Categories
1970s 1980s BBC drama Play For Today

My Plays for Today: Richard Eyre

The Lie (w. Ingmar Bergman, d.Alan Bridges, p. Graeme McDonald)

This is the latest in a series of posts in which we publish the ‘top’ Plays for Today identified by a range of writers, researchers and media professionals. The brief was that such lists should not necessarily consist of what were considered to be the ‘best’ Plays for Today but could also include personal favourites, or work which it was believed should be better-known (though, in many cases, these categories overlap). 

My Plays for Today: Richard Eyre

These are the ones that stood out for me:

The Lie (1970)

Stocker’s Copper (1972)

All Good Men (1974)

Leeds United! (1974)

Through the Night (w. Trevor Griffiths, d.Michael Lindsay-Hogg, p. Ann Scott)

Sunset Across The Bay (1975)

Just Another Saturday (1975)

Through The Night (1975)

Nuts In May (1976)

Bar Mitzvah Boy (1976)

The Elephants’ Graveyard (1976)

Bavarian Night (1981)

Of my own:

Long Distance Information (1979)

Just A Boy’s Game (1979)

The Imitation Game (1980)

The Elephants’ Graveyard (w. Peter McDougall, d. John Mackenzie, p. Graeme McDonald)

Sir RICHARD EYRE was artistic director of Nottingham Playhouse from 1973–78 where he commissioned and directed many new plays, including Trevor Griffiths’ Comedians. He joined the BBC in 1978 as series producer for Play for Today, and his work for the strand as a producer and director included Barrie Keeffe’s Waterloo Sunset (1979), Neville Smith’s Long Distance Information (1979), a studio adaptation of Comedians (1979), Just a Boys’ Game (1979), written by Peter McDougall and directed by John Mackenzie, Ian McEwan’s The Imitation Game (1980), an adaptation of David Storey’s novel Pasmore (1980) and Trevor Griffiths’ film Country (1981). He was director of the National Theatre from 1987 to 1997 and a member of the BBC’s Board of Governors from 1995 to 2003. In addition to directing numerous award-winning plays and operas, his extensive film credits include The Ploughman’s Lunch (1983), Tumbledown (1988), Iris (2001), Notes on a Scandal (2006), The Children Act (2017) and King Lear (2018).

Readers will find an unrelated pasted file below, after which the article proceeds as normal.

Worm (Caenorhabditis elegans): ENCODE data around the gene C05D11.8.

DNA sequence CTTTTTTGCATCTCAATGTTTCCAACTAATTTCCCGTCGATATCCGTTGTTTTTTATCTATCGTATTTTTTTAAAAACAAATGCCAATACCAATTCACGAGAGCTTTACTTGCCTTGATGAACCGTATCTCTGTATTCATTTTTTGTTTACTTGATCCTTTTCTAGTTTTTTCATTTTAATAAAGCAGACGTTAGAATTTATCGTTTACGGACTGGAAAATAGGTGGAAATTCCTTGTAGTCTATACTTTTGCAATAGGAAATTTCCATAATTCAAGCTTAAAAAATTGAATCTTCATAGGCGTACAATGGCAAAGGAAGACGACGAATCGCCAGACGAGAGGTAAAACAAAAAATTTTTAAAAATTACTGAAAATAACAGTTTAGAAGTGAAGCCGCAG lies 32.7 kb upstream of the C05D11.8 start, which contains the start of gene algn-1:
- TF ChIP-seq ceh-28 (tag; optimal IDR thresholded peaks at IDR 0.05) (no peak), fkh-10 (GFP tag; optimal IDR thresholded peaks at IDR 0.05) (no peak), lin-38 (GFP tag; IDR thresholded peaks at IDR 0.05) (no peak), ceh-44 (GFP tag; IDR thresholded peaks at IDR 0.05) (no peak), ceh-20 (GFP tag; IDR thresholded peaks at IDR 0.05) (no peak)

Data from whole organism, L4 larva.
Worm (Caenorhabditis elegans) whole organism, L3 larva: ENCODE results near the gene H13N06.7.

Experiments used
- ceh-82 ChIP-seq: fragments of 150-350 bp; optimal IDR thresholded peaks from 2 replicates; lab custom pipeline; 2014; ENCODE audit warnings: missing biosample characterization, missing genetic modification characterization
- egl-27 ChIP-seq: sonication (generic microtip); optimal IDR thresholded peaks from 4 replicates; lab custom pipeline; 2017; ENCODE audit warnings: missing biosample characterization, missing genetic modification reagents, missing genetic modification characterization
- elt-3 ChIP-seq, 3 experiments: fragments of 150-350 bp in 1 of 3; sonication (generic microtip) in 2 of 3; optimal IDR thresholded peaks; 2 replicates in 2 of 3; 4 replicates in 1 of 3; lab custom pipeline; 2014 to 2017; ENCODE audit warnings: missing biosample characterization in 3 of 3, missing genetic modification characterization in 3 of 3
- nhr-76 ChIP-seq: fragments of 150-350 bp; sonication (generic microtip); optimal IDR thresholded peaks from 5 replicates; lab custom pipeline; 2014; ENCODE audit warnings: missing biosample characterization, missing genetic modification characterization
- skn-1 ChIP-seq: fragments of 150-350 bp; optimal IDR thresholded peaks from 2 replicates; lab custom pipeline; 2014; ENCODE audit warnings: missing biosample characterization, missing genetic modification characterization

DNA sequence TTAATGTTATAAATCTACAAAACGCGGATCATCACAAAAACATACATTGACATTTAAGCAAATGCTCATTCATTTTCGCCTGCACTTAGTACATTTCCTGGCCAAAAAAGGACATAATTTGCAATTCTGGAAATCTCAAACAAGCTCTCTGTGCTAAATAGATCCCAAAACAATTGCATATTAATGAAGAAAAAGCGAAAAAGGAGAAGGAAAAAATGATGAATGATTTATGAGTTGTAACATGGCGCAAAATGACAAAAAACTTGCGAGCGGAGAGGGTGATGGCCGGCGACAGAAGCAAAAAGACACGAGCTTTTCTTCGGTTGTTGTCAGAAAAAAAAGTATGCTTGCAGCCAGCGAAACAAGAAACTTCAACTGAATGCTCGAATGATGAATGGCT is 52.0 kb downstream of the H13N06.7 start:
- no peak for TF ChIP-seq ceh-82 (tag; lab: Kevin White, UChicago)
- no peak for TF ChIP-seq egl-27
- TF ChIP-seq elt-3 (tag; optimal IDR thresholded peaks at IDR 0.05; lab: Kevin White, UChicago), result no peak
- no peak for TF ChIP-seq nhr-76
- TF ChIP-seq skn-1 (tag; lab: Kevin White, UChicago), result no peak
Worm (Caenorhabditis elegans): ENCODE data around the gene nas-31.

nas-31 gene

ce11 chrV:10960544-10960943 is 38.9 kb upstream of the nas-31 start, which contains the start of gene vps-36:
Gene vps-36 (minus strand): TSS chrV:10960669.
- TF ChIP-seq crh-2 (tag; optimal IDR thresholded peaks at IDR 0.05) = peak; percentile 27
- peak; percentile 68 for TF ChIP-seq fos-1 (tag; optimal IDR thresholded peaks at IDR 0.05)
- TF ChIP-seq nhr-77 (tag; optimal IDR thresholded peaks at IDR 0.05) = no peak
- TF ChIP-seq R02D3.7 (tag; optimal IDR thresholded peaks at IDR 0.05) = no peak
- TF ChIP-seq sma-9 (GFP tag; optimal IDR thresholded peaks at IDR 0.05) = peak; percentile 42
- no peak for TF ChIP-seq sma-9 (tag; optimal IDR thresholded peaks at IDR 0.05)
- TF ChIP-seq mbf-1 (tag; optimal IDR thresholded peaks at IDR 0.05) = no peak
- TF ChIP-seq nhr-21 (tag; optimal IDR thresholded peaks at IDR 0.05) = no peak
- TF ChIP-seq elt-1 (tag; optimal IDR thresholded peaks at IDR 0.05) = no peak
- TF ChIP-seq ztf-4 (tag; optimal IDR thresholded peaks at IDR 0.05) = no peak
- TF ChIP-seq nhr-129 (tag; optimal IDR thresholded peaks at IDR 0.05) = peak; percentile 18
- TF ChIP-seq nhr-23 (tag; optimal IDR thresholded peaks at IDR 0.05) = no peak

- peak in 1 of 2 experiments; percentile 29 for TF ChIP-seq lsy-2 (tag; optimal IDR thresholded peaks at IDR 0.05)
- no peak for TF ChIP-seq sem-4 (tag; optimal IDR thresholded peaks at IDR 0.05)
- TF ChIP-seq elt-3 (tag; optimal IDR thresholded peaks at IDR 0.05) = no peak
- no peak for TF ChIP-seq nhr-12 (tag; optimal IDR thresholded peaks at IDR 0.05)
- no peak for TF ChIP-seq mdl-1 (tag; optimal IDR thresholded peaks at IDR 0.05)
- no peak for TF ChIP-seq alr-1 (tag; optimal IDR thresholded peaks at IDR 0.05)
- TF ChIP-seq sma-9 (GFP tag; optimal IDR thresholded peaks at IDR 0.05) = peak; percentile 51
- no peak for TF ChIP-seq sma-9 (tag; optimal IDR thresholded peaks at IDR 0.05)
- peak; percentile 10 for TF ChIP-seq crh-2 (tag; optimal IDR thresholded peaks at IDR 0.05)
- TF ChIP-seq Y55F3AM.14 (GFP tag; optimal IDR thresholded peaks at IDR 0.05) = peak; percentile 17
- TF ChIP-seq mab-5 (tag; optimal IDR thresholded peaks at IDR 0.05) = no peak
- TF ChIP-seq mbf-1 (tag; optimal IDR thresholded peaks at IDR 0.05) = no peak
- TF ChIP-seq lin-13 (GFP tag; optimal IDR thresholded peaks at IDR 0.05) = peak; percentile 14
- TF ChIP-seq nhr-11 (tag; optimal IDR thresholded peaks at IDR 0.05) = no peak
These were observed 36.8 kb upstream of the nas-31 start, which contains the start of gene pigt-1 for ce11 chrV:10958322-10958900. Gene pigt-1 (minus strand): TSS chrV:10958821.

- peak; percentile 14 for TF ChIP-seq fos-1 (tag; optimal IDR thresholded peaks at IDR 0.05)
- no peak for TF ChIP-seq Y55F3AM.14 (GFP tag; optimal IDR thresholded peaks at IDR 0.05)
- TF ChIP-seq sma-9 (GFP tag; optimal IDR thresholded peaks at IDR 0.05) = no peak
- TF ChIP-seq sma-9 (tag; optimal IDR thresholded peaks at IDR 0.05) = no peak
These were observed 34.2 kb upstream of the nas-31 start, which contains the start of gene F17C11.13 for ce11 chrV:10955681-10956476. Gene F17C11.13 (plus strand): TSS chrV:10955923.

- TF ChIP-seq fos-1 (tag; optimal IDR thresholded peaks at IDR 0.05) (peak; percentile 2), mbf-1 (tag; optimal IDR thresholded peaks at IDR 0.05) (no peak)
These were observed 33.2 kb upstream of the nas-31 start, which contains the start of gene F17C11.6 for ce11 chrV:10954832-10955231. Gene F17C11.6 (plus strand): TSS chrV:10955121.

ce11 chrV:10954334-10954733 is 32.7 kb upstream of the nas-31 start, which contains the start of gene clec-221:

2 replies on “My Plays for Today: Richard Eyre”

Gangsters is the current leader, on seven votes.

Three plays on six votes: Penda’s Fen, Through the Night and Nuts in May.

Four plays currently on five votes: Robin Redbreast, The Cheviot the Stag & the Black Black Oil, Leeds United and The Spongers.

Eight plays currently on four votes: Edna the Inebriate Woman, Kisses at Fifty, Just Another Saturday, Bar Mitzvah Boy, Destiny, Blue Remembered Hills and The Imitation Game.

Five plays currently on three votes: Orkney, Land of Green Ginger, Abigail’s Party, Country and King.

Twelve plays currently on two votes: Back of Beyond, Sunset Across The Bay, The Lonely Man’s Lover, The Other Woman, Double Dare, Licking Hitler, Don’t Be Silly, Comedians, Just A Boy’s Game, Long Distance Information, The Adventures of Frank and Baby Talk.

Fifty-one other plays on one vote (plus a further three not originally broadcast as Plays for Today, and one ‘my eleventh choice’ appendix).

[…] Sir RICHARD EYRE was artistic director of Nottingham Playhouse from 1973–78 where he commissioned and directed many new plays, including Trevor Griffiths’ Comedians. He joined the BBC in 1978 as series producer for Play for Today, and his work for the strand as a producer and director included Barrie Keeffe’s Waterloo Sunset (1979), Neville Smith’s Long Distance Information (1979), a studio adaptation of Comedians (1979), Just a Boys’ Game (1979), written by Peter McDougall and directed by John Mackenzie, Ian McEwan’s The Imitation Game (1980), an adaptation of David Storey’s novel Pasmore (1980) and Trevor Griffiths’ film Country (1981). He was director of the National Theatre from 1987 to 1997 and a member of the BBC’s Board of Governors from 1995 to 2003. In addition to directing numerous award-winning plays and operas, his extensive film credits include The Ploughman’s Lunch (1983), Tumbledown (1988), Iris (2001), Notes on a Scandal (2006), The Children Act (2017) and King Lear (2018). His personal selection of Plays for Today may be found here. […]

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